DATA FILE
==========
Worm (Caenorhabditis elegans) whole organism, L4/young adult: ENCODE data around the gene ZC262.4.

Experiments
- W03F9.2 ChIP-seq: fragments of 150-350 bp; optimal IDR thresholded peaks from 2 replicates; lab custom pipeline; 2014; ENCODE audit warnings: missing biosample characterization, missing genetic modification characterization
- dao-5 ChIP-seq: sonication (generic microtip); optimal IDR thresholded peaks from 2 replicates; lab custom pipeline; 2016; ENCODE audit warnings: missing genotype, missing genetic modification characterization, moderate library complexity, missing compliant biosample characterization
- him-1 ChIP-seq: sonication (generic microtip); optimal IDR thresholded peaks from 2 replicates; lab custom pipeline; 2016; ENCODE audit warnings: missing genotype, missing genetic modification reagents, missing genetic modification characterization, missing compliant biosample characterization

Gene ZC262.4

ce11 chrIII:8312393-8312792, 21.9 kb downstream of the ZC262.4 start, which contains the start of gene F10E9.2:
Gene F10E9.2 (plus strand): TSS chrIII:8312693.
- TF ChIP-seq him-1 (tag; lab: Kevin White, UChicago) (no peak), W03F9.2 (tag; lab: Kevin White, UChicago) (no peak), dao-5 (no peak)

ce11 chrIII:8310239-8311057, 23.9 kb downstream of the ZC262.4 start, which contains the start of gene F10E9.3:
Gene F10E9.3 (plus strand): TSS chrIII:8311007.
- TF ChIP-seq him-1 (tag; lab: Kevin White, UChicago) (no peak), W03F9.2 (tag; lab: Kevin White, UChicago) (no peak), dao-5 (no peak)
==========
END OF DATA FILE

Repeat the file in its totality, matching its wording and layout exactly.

Worm (Caenorhabditis elegans) whole organism, L4/young adult: ENCODE data around the gene ZC262.4.

Experiments
- W03F9.2 ChIP-seq: fragments of 150-350 bp; optimal IDR thresholded peaks from 2 replicates; lab custom pipeline; 2014; ENCODE audit warnings: missing biosample characterization, missing genetic modification characterization
- dao-5 ChIP-seq: sonication (generic microtip); optimal IDR thresholded peaks from 2 replicates; lab custom pipeline; 2016; ENCODE audit warnings: missing genotype, missing genetic modification characterization, moderate library complexity, missing compliant biosample characterization
- him-1 ChIP-seq: sonication (generic microtip); optimal IDR thresholded peaks from 2 replicates; lab custom pipeline; 2016; ENCODE audit warnings: missing genotype, missing genetic modification reagents, missing genetic modification characterization, missing compliant biosample characterization

Gene ZC262.4

ce11 chrIII:8312393-8312792, 21.9 kb downstream of the ZC262.4 start, which contains the start of gene F10E9.2:
Gene F10E9.2 (plus strand): TSS chrIII:8312693.
- TF ChIP-seq him-1 (tag; lab: Kevin White, UChicago) (no peak), W03F9.2 (tag; lab: Kevin White, UChicago) (no peak), dao-5 (no peak)

ce11 chrIII:8310239-8311057, 23.9 kb downstream of the ZC262.4 start, which contains the start of gene F10E9.3:
Gene F10E9.3 (plus strand): TSS chrIII:8311007.
- TF ChIP-seq him-1 (tag; lab: Kevin White, UChicago) (no peak), W03F9.2 (tag; lab: Kevin White, UChicago) (no peak), dao-5 (no peak)